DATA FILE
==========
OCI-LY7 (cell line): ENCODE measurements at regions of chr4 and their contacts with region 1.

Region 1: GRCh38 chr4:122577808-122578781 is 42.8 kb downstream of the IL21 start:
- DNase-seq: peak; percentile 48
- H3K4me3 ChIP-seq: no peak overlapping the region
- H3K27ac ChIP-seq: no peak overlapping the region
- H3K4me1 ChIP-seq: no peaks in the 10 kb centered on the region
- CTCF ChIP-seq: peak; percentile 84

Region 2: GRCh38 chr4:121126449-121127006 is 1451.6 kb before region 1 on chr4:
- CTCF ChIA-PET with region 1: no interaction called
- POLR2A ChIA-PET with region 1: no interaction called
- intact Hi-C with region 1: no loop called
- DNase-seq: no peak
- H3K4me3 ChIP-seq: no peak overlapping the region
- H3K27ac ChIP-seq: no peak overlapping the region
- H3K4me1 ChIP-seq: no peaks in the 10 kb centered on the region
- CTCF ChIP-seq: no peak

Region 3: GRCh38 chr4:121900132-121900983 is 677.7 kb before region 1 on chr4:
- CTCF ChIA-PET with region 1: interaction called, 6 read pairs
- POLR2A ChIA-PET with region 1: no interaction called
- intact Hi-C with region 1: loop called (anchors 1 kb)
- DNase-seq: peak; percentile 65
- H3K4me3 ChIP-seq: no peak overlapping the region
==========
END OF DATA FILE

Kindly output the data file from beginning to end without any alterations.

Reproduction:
OCI-LY7 (cell line): ENCODE measurements at regions of chr4 and their contacts with region 1.

Region 1: GRCh38 chr4:122577808-122578781 is 42.8 kb downstream of the IL21 start:
- DNase-seq: peak; percentile 48
- H3K4me3 ChIP-seq: no peak overlapping the region
- H3K27ac ChIP-seq: no peak overlapping the region
- H3K4me1 ChIP-seq: no peaks in the 10 kb centered on the region
- CTCF ChIP-seq: peak; percentile 84

Region 2: GRCh38 chr4:121126449-121127006 is 1451.6 kb before region 1 on chr4:
- CTCF ChIA-PET with region 1: no interaction called
- POLR2A ChIA-PET with region 1: no interaction called
- intact Hi-C with region 1: no loop called
- DNase-seq: no peak
- H3K4me3 ChIP-seq: no peak overlapping the region
- H3K27ac ChIP-seq: no peak overlapping the region
- H3K4me1 ChIP-seq: no peaks in the 10 kb centered on the region
- CTCF ChIP-seq: no peak

Region 3: GRCh38 chr4:121900132-121900983 is 677.7 kb before region 1 on chr4:
- CTCF ChIA-PET with region 1: interaction called, 6 read pairs
- POLR2A ChIA-PET with region 1: no interaction called
- intact Hi-C with region 1: loop called (anchors 1 kb)
- DNase-seq: peak; percentile 65
- H3K4me3 ChIP-seq: no peak overlapping the region